The invention may be described in the general context of computer-executable instructions, such as program modules, being executed by a computer. Generally, program modules include routines, programs, objects, components, data structures, etc. that perform particular tasks or implement particular abstract data types. The invention may also be practiced in distributed computing environments where tasks are performed by remote processing devices that are linked through a communications network. In a distributed computing environment, program modules may be located in both local and remote computer storage media including memory storage devices.
With reference to
Computer 210 typically includes a variety of computer readable media. Computer readable media can be any available media that can be accessed by the computer 210 and includes both volatile and nonvolatile media and removable and non-removable media. By way of example, and not limitation, computer readable media may comprise computer storage media and communication media. Computer storage media includes volatile, nonvolatile, removable, and non-removable media implemented in any method or technology for storage of information such as computer readable instructions, data structures, program modules, or other data. Computer storage media includes, but is not limited to, RAM, ROM, EEPROM, flash memory or other memory technology, CD-ROM, digital versatile disks (DVD) or other optical disk storage, magnetic cassettes, magnetic tape, magnetic disk storage or other magnetic storage devices, or any other medium which can be used to store the desired information and which can accessed by computer 210. Communication media typically embodies computer readable instructions, data structures, program modules, or other data in a modulated data signal such as a carrier wave or other transport mechanism and includes any information delivery media. The term “modulated data signal” means a signal that has one or more of its characteristics set or changed in such a manner as to encode information in the signal. By way of example, and not limitation, communication media includes wired media, such as a wired network or direct-wired connection, and wireless media, such as acoustic, RF, infrared, and other wireless media. Combinations of the any of the above should also be included within the scope of computer readable media.
The system memory 230 includes computer storage media in the form of volatile and/or nonvolatile memory, such as read only memory (ROM) 231 and random access memory (RAM) 232. A basic input/output system 233 (BIOS), containing the basic routines that help to transfer information between elements within computer 210, such as during start-up, is typically stored in ROM 231. RAM 232 typically contains data and/or program modules, such as metadata model 100, that are immediately accessible to and/or presently being operated on by processing unit 220. By way of example, and not limitation,
The computer 210 may also include other removable/non-removable, volatile/nonvolatile computer storage media. By way of example only,
The drives and their associated computer storage media discussed above and illustrated in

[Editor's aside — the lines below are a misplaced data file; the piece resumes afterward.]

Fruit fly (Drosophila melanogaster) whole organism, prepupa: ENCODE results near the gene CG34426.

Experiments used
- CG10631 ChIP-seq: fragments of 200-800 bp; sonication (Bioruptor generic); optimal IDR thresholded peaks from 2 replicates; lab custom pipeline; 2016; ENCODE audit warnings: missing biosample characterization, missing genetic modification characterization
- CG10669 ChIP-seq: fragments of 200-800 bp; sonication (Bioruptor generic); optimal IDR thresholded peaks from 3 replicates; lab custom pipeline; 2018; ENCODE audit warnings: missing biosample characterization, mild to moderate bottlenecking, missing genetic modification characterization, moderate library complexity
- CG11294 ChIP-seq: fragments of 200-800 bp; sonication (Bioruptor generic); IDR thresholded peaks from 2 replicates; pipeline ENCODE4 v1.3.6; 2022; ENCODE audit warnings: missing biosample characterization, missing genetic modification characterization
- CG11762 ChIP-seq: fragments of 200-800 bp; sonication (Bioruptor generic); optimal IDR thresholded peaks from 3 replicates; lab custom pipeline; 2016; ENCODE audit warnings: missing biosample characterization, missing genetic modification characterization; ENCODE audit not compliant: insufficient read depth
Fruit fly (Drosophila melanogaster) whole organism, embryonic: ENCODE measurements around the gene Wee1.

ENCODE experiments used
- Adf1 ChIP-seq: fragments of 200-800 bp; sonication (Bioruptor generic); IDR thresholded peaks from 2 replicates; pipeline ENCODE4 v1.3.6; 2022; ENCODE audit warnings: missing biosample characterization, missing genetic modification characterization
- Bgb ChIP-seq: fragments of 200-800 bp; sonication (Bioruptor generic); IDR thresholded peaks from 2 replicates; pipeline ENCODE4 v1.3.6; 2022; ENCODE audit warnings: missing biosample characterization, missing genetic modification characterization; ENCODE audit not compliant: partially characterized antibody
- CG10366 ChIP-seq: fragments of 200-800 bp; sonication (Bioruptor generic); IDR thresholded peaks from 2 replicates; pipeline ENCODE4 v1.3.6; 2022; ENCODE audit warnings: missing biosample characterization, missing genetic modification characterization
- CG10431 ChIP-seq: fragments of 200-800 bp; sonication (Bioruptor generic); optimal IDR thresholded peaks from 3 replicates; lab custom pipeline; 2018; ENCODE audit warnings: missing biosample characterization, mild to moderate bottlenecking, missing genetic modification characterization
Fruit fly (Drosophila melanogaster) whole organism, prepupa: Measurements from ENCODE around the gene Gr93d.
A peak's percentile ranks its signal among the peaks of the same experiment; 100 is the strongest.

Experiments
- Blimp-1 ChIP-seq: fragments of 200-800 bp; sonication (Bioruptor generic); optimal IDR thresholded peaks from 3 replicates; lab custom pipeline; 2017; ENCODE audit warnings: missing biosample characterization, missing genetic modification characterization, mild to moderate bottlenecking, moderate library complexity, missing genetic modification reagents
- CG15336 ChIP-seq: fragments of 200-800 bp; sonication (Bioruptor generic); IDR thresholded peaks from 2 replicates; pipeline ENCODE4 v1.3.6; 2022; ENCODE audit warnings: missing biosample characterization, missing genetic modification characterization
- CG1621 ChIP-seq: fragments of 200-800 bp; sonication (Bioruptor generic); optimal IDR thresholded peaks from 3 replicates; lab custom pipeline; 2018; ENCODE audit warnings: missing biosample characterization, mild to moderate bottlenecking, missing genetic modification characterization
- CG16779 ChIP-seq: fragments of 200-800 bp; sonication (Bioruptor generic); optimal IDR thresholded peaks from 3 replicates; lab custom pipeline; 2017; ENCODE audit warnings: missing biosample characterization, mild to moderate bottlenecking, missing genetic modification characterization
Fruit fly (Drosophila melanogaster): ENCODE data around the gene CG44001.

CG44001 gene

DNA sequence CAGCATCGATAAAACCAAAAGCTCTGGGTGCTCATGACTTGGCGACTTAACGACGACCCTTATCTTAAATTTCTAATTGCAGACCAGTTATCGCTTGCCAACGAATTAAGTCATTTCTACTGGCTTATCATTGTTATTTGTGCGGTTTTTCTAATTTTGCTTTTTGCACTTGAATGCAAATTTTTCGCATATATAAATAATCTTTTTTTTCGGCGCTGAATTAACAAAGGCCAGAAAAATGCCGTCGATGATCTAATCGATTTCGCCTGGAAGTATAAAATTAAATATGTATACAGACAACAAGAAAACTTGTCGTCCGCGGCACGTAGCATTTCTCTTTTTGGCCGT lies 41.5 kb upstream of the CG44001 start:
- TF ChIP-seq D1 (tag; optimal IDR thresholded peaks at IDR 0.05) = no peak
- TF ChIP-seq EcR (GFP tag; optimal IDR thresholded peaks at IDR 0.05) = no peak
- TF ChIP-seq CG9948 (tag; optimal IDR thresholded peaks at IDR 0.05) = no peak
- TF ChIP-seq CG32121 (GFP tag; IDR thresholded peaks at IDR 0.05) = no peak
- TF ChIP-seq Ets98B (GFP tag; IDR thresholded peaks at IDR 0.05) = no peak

A monitor 291 or other type of display device is also connected to the system bus 221 via an interface, such as a video interface 290. In addition to the monitor 291, the computer 210 may also include other peripheral output devices such as speakers 297 and printer 296, which may be connected through an output peripheral interface 295.
The computer 210 may operate in a networked environment using logical connections to one or more remote computers, such as a remote computer 280. The remote computer 280 may be a personal computer, a server, a router, a network PC, a peer device, or other common network node, and typically includes many or all of the elements described above relative to the computer 210, although only a memory storage device 281 has been illustrated in
When used in a LAN networking environment, the computer 210 is connected to the LAN 271 through a network interface or adapter 270. When used in a WAN networking environment, the computer 210 typically includes a modem 272 or other means for establishing communications over the WAN 273, such as the Internet. The modem 272, which may be internal or external, may be connected to the system bus 221 via the user input interface 260, or other appropriate mechanism. In a networked environment, program modules depicted relative to the computer 210, or portions thereof, may be stored in the remote memory storage device 281. By way of example, and not limitation, the remote application programs 285 reside on memory device 281. It will be appreciated that the network connections shown are exemplary and other means of establishing a communications link between the computers may be used.
An exemplary application file 300 with exemplary metadata 302 associated with the application 300 is shown in
The metadata 302 is integrated with the application file 300. In other words the metadata is intrinsically bound to the application. Any action affecting the application also affects the metadata. In one embodiment, the metadata 302 is stored with the application file 300. Thus, both the application file 300 and the metadata 302 reside in the same folder within a file system, such as file system 101. In another embodiment, the metadata 302 is a portion of the application file 300 and thus, attached to the application file 300. In embodiments of the present invention, the metadata 302 receives the same file protections as the application file 300 because the metadata 302 is integrated with the application file 300. For example, if the application file 300 was an operating system file with strong protections against overwriting the application file 300, the metadata 302 integrated with the operating system files would also have the same strong protections against overwriting.